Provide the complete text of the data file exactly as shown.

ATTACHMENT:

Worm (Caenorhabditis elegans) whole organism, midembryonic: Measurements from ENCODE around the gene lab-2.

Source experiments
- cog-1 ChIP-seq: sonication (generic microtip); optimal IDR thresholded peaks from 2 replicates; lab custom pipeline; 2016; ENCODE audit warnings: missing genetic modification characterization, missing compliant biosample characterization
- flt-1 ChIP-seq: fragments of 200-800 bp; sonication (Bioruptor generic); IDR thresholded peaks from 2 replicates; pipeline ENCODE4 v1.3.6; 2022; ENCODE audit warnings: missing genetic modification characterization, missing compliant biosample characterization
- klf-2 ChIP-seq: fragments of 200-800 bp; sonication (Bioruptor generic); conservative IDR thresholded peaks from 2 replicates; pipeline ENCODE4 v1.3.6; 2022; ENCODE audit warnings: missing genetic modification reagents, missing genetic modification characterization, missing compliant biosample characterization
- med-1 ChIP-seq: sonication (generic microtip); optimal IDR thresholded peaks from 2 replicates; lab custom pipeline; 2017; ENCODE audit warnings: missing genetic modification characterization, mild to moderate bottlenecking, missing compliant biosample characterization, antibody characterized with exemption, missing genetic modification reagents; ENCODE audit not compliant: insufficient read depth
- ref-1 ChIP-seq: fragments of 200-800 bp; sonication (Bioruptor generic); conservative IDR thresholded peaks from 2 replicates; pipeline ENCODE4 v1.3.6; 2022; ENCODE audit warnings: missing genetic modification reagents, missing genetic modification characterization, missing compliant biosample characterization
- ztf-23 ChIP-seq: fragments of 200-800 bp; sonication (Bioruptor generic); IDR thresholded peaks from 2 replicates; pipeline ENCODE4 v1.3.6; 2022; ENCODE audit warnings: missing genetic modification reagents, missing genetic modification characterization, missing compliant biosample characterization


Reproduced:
Worm (Caenorhabditis elegans) whole organism, midembryonic: Measurements from ENCODE around the gene lab-2.

Source experiments
- cog-1 ChIP-seq: sonication (generic microtip); optimal IDR thresholded peaks from 2 replicates; lab custom pipeline; 2016; ENCODE audit warnings: missing genetic modification characterization, missing compliant biosample characterization
- flt-1 ChIP-seq: fragments of 200-800 bp; sonication (Bioruptor generic); IDR thresholded peaks from 2 replicates; pipeline ENCODE4 v1.3.6; 2022; ENCODE audit warnings: missing genetic modification characterization, missing compliant biosample characterization
- klf-2 ChIP-seq: fragments of 200-800 bp; sonication (Bioruptor generic); conservative IDR thresholded peaks from 2 replicates; pipeline ENCODE4 v1.3.6; 2022; ENCODE audit warnings: missing genetic modification reagents, missing genetic modification characterization, missing compliant biosample characterization
- med-1 ChIP-seq: sonication (generic microtip); optimal IDR thresholded peaks from 2 replicates; lab custom pipeline; 2017; ENCODE audit warnings: missing genetic modification characterization, mild to moderate bottlenecking, missing compliant biosample characterization, antibody characterized with exemption, missing genetic modification reagents; ENCODE audit not compliant: insufficient read depth
- ref-1 ChIP-seq: fragments of 200-800 bp; sonication (Bioruptor generic); conservative IDR thresholded peaks from 2 replicates; pipeline ENCODE4 v1.3.6; 2022; ENCODE audit warnings: missing genetic modification reagents, missing genetic modification characterization, missing compliant biosample characterization
- ztf-23 ChIP-seq: fragments of 200-800 bp; sonication (Bioruptor generic); IDR thresholded peaks from 2 replicates; pipeline ENCODE4 v1.3.6; 2022; ENCODE audit warnings: missing genetic modification reagents, missing genetic modification characterization, missing compliant biosample characterization